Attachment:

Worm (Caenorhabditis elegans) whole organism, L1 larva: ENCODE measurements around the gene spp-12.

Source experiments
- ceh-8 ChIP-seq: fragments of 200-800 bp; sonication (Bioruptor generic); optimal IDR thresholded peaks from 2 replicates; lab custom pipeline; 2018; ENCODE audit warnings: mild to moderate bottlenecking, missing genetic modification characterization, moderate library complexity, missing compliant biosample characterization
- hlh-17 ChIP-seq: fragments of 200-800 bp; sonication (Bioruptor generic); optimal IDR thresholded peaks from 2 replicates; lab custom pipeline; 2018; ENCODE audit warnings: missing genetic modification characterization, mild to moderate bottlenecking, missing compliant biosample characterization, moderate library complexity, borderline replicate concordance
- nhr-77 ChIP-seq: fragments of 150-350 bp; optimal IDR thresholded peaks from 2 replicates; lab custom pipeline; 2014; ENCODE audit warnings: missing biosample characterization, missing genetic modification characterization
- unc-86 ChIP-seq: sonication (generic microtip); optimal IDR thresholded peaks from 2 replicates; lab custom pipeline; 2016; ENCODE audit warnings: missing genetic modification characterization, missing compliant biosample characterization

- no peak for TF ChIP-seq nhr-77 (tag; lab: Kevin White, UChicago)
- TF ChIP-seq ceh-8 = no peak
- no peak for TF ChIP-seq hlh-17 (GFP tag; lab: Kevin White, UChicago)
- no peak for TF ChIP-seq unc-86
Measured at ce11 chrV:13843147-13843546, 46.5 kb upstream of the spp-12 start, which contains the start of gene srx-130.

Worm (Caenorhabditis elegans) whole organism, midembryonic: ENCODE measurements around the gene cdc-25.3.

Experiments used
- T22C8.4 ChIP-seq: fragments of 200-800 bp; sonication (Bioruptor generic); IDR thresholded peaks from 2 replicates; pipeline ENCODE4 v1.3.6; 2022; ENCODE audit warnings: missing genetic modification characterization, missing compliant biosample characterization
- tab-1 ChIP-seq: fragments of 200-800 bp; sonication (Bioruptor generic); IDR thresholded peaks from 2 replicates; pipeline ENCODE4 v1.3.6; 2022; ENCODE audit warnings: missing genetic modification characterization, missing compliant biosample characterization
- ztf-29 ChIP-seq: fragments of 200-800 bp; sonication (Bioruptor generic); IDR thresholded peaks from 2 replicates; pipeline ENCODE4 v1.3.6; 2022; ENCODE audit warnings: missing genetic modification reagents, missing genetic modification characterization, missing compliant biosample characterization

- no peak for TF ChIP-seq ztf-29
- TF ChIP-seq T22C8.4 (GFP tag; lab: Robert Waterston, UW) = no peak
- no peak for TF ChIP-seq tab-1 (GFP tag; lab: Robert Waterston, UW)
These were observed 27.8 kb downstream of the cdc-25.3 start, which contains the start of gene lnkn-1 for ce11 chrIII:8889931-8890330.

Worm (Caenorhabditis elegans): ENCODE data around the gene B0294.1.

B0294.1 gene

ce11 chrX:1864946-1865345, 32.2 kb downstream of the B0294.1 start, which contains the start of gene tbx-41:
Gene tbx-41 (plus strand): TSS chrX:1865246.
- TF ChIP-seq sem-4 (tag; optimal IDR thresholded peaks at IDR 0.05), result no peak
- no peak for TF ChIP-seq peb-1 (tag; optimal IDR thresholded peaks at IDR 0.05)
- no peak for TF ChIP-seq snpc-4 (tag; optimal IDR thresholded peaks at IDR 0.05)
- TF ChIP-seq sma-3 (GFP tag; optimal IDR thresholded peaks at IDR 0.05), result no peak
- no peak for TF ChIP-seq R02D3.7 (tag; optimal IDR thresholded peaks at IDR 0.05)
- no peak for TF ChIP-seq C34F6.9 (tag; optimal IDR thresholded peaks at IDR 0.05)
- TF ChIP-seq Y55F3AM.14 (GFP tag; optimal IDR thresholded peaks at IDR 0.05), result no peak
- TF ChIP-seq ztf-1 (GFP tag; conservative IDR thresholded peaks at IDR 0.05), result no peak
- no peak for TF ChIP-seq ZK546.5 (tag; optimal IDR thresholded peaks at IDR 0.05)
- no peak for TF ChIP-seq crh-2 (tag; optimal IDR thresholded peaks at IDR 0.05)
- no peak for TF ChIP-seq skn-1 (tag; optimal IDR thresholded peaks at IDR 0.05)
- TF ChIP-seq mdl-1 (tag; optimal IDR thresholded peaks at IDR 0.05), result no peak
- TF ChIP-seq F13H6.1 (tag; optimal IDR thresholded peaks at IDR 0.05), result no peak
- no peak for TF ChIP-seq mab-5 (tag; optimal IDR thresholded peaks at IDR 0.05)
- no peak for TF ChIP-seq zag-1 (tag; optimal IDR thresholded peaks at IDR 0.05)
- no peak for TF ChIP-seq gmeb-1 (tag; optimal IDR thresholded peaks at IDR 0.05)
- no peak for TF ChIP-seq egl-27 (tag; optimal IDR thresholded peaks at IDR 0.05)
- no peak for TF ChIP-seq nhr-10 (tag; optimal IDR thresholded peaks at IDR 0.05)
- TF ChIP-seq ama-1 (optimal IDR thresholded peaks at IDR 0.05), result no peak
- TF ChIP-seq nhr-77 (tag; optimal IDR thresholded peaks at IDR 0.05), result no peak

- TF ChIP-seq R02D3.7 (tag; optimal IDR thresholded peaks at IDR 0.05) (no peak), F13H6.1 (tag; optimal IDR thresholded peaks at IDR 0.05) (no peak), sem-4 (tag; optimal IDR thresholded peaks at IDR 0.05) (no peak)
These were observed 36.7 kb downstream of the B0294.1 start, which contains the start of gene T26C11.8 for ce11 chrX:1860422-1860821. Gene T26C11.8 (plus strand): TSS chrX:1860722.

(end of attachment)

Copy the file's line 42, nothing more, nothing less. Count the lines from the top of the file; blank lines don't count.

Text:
- no peak for TF ChIP-seq nhr-10 (tag; optimal IDR thresholded peaks at IDR 0.05)